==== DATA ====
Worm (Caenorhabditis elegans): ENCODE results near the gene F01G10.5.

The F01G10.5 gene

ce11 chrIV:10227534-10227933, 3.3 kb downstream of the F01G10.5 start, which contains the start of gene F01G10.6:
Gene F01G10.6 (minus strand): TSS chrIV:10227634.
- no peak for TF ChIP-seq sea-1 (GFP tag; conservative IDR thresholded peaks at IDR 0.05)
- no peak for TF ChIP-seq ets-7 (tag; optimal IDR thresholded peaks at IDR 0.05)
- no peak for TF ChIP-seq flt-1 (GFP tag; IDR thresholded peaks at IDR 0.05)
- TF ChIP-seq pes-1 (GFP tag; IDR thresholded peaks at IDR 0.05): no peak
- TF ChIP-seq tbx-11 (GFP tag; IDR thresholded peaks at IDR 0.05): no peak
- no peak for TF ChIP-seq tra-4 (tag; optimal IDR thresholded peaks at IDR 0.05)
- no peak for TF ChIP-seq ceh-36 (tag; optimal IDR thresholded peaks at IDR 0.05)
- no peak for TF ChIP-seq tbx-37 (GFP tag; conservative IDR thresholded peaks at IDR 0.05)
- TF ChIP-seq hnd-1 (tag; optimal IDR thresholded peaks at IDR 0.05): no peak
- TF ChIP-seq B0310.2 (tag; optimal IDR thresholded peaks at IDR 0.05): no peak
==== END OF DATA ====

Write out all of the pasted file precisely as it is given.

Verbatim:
Worm (Caenorhabditis elegans): ENCODE results near the gene F01G10.5.

The F01G10.5 gene

ce11 chrIV:10227534-10227933, 3.3 kb downstream of the F01G10.5 start, which contains the start of gene F01G10.6:
Gene F01G10.6 (minus strand): TSS chrIV:10227634.
- no peak for TF ChIP-seq sea-1 (GFP tag; conservative IDR thresholded peaks at IDR 0.05)
- no peak for TF ChIP-seq ets-7 (tag; optimal IDR thresholded peaks at IDR 0.05)
- no peak for TF ChIP-seq flt-1 (GFP tag; IDR thresholded peaks at IDR 0.05)
- TF ChIP-seq pes-1 (GFP tag; IDR thresholded peaks at IDR 0.05): no peak
- TF ChIP-seq tbx-11 (GFP tag; IDR thresholded peaks at IDR 0.05): no peak
- no peak for TF ChIP-seq tra-4 (tag; optimal IDR thresholded peaks at IDR 0.05)
- no peak for TF ChIP-seq ceh-36 (tag; optimal IDR thresholded peaks at IDR 0.05)
- no peak for TF ChIP-seq tbx-37 (GFP tag; conservative IDR thresholded peaks at IDR 0.05)
- TF ChIP-seq hnd-1 (tag; optimal IDR thresholded peaks at IDR 0.05): no peak
- TF ChIP-seq B0310.2 (tag; optimal IDR thresholded peaks at IDR 0.05): no peak